- After a grueling 18 rounds and tie-breaker, the San Antonio eighth-grader claimed the coveted title by correctly spelling 21 words in the spell-off, besting the 15 by Vikram Raju of Denver, Colorado.
The last few rounds of the Scripps National Spelling were S-T-R-E-S-S-F-U-L, to say the least. After a grueling 18 rounds and a historic spell-off, Texas teen Harini Logan emerged winner of the Scripps Cup at the 94th edition of the Bee in Washington, D.C. She won by correctly spelling 21 words in the spell-off, besting the 15 by Vikram Raju of Denver, Colorado. Vihaan Sibal of McGregor, Texas, placed third in the competition.
Not only did Harini register one correctly spelled word every 4.1 seconds during the first spell-off in Bee history, she also made the most of the second life she got during the dreaded word meaning round after she was reinstated for choosing the right answer for pullulation.
The eighth-grader from San Antonio was all smiles as she received the coveted trophy, $50,000 in cash and prizes. “This is surreal,” she said. “Feels like a dream,” she said of her fourth and final performance at the Bee. Admitting that she was “uneasy” at first, she said he decided to “take it in stride.”
However, Vikram looked visibly disappointed with his second-place win. Fighting back tears, he promised to attend the Bee next year as well, as his mother consoled him. In the four days of the competition, the seventh-grader demonstrated a deep knowledge of words with Greek roots.
His tears were proof of the tense few rounds he and Harinijust went through, after correctly spelling “charadriiform” and “coracidium” in round 13. But their nerves got better of them as the two teenagers misspelled the words in consecutive rounds, as the dreaded buzzer kept ringing, word after word. Harini had an opportunity to claim the crown with correct spelling in Round 16, but she missed the word “drimys.”
After being deadlocked after 18 rounds, the Bee went into its first ever spell-off where the two spellers each got 90 seconds to spell as many words correctly as they can. Harini spelled a total of 26 words, out of which she got 21 right, while Vikram correctly spelled 15 out of a total of 19.
The June 2 finals began with an unprecedented move. Surya Kapu, who was reinstated as a finalist on June 1, joined the 12 top sellers by correctly spelling “schlager,” a style of European popular music. After the 13-year-old from South Jordan, Utah, misspelled “leucovorin” — a medicine used to counteract the side effects of a cancer drug — during the last semifinal round, his family successfully appealed that he was denied relevant root information about a word.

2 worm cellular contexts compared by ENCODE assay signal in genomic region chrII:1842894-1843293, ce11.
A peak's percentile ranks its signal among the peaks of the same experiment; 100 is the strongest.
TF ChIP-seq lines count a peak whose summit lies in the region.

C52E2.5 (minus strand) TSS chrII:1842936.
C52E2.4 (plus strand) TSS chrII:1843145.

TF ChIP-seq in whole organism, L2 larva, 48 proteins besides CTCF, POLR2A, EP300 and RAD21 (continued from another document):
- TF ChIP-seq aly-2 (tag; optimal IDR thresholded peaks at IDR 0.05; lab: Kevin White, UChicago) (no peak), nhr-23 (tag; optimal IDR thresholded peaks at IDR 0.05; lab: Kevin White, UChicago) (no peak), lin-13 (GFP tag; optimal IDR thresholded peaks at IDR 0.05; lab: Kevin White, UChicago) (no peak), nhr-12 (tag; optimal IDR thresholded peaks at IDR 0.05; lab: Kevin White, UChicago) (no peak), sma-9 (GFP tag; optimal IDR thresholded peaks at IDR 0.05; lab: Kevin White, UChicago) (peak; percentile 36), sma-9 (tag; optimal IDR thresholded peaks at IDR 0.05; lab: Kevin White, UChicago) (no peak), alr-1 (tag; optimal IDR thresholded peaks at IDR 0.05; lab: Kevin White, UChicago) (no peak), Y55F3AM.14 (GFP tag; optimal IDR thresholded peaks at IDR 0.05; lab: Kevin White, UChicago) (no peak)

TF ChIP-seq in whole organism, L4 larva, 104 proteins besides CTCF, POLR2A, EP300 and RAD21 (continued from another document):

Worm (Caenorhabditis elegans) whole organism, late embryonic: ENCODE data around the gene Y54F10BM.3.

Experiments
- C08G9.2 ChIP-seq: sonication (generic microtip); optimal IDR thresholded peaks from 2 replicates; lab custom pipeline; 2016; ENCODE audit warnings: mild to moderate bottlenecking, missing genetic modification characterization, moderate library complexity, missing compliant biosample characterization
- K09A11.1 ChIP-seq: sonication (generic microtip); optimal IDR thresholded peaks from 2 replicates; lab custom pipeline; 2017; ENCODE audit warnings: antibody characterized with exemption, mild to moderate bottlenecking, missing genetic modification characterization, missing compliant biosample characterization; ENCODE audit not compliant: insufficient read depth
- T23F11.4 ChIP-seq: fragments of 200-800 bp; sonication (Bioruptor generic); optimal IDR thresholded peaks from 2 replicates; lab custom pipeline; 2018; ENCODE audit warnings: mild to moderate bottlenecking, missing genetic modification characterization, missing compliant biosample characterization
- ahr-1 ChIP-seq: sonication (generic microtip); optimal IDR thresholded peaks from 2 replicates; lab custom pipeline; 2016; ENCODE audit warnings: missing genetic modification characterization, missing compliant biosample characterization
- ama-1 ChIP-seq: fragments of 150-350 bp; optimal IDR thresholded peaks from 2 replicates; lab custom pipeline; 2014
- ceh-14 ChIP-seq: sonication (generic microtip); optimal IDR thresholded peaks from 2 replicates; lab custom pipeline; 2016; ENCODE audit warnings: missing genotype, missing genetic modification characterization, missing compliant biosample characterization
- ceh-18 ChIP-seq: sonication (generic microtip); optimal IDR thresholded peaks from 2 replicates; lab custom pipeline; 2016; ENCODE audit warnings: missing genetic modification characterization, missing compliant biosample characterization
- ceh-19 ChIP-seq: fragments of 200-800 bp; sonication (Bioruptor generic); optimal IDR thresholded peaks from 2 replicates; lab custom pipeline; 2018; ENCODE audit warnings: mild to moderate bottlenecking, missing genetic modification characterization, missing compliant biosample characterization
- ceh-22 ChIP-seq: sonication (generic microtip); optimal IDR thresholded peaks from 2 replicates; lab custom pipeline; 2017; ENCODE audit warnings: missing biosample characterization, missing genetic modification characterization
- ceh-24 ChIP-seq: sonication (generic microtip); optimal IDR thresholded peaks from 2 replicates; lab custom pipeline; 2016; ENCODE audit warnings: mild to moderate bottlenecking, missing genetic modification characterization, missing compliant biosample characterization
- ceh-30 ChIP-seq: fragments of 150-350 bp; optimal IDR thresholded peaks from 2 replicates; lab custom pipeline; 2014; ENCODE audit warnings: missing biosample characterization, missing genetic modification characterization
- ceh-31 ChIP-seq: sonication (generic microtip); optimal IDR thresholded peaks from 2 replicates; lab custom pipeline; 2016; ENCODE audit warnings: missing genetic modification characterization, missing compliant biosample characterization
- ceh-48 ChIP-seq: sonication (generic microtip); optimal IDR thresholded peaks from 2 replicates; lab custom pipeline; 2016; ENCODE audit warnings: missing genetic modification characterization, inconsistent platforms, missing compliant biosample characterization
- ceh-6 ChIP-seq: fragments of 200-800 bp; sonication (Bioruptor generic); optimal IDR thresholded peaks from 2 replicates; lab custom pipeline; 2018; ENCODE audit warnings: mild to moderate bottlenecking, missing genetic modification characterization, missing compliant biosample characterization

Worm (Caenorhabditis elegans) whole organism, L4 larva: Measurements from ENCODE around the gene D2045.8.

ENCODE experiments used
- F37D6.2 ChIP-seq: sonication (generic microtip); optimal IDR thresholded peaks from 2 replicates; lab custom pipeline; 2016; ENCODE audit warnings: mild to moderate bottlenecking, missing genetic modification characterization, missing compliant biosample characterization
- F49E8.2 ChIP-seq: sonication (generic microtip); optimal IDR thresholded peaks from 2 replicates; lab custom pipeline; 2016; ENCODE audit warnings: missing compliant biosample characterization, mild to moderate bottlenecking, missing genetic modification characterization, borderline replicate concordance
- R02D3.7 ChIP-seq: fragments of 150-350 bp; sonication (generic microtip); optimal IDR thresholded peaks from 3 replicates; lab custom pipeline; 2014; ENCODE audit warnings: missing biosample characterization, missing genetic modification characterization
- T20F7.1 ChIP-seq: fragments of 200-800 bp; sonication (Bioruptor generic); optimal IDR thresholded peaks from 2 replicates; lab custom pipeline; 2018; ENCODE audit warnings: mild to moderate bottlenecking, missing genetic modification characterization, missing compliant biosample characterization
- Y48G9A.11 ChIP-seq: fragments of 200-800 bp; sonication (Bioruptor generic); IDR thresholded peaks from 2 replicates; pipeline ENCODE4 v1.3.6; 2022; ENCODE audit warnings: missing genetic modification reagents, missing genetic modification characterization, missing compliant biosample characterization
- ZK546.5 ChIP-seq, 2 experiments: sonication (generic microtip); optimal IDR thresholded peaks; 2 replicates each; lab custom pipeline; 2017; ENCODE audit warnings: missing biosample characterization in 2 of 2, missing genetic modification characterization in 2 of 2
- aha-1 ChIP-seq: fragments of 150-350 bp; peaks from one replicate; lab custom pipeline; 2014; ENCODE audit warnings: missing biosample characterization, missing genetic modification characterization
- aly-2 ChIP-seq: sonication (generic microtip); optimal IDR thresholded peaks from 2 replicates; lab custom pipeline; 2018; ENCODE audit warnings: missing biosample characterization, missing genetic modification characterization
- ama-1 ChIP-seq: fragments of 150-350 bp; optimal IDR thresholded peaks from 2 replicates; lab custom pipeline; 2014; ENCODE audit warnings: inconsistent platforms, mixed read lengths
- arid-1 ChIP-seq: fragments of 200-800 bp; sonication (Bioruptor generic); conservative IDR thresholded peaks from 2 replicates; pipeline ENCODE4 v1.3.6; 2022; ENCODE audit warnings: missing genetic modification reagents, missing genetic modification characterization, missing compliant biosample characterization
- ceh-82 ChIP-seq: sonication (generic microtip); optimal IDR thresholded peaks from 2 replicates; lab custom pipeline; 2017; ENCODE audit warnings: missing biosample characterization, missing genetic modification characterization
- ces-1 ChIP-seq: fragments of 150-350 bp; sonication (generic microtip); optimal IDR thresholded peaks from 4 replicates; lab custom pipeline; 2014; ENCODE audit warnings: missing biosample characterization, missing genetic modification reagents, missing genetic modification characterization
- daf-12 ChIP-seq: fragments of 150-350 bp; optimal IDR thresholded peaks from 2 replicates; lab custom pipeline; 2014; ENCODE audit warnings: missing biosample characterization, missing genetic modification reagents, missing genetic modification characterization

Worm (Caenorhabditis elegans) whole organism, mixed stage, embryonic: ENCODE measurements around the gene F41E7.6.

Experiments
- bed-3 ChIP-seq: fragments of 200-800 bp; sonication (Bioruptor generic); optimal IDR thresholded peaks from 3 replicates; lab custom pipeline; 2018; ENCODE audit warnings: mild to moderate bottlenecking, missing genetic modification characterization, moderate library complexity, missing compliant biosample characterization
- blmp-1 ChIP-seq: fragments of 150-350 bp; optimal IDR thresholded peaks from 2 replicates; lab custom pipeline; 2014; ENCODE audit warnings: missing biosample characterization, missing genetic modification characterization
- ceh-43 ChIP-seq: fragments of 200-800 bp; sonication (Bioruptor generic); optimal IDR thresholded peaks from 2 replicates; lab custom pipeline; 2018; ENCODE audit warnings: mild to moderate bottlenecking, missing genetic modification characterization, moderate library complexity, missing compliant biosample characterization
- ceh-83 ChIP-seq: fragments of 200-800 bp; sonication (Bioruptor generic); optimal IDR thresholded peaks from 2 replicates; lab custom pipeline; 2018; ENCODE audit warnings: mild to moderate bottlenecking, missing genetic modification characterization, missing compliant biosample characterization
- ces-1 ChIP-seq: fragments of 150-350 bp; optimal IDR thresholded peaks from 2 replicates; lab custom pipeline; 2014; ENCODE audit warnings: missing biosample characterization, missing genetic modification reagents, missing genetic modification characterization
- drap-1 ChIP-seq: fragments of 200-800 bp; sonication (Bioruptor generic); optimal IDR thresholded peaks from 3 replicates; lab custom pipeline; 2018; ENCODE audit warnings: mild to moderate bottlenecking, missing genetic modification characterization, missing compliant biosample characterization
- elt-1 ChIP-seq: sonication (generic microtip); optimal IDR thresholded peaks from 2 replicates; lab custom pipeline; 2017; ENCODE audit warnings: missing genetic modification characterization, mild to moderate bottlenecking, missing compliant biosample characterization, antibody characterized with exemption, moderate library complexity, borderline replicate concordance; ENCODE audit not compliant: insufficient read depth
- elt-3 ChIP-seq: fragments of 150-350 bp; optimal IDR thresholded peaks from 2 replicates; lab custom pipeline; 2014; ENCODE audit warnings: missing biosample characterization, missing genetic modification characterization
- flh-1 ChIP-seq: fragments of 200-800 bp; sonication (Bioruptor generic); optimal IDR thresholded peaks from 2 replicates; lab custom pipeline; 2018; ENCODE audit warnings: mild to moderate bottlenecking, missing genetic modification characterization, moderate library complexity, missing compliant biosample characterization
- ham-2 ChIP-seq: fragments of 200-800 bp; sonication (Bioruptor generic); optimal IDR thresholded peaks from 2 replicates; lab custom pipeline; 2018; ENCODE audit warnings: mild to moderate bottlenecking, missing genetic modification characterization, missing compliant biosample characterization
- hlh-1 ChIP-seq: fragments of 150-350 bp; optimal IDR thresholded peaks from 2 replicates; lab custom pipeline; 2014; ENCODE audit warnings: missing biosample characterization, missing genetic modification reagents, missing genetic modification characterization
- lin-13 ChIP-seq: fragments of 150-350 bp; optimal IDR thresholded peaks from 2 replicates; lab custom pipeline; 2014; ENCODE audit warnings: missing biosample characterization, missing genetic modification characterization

Eleven of the 13 finalists were Indian Americans, while the other two – Aliyah Alpert of Scottsdale, Arizona, and Kirsten Santos of Houston, Texas – were the youngest competitors at age 11. Spelling bees are known to be brutal, with words getting tougher and tougher as the participants begin to drop. Through all the rounds, contestants demonstrated their poise and expertise, at times taking deep breaths and using fingers as imaginary pencils to correctly puzzle out each assigned word. As the competition began to dwindle down to the final few spellers, many kids left the stage in disappointment after hearing the dreaded buzzer, signaling their error.
However, it was the word meaning round that stumped most contestants. The multiple-choice round 9 that tested their knowledge of word meaning began with Eight spellers, but only four survived. On social media, the round was heavily criticized for being unfair. It’s a spelling bee and not trivia many noted and many suggested eliminating the round.
The Bee began on May 31 with 234 spellers at the National Harbor in Maryland for the national rounds of competition and the first fully in-person Bee since 2019. Semi-finals and finals were hosted by actor, director, educator and lifelong children’s literacy advocate LeVar Burton.
For over a decade, Indian American kids have been ruling the national spelling bee circuit and claiming the championship trophy. Scripps National Spelling Bee data shows that 27 of the last 35 winners were of Indian origin.
However, that dominance ended last year, when Zaila Avant-garde, a 14-year-old from Harvey, Louisiana spelled her way to win the 2021 competition, becoming the bee’s first African American champion.
In 2019, eight children — seven of them Indian Americans — were declared co-winners at the coveted bee. Rishik Gandhasri, 13, of California; Saketh Sundar, 13, of Maryland; Shruthika Padhy, 13, of New Jersey; Sohum Sukhatankar, 13, of Texas; Abhijay Kodali, 12, of Texas; Christopher Serrao, 13, of New Jersey, Rohan Raja, 13, of Texas; and Erin Howard, 14, of Alabama — closed the bee with 47 correct spellings in a row in a final that went into 20 rounds. That was the first time that more than two co-champions were named in the national bee.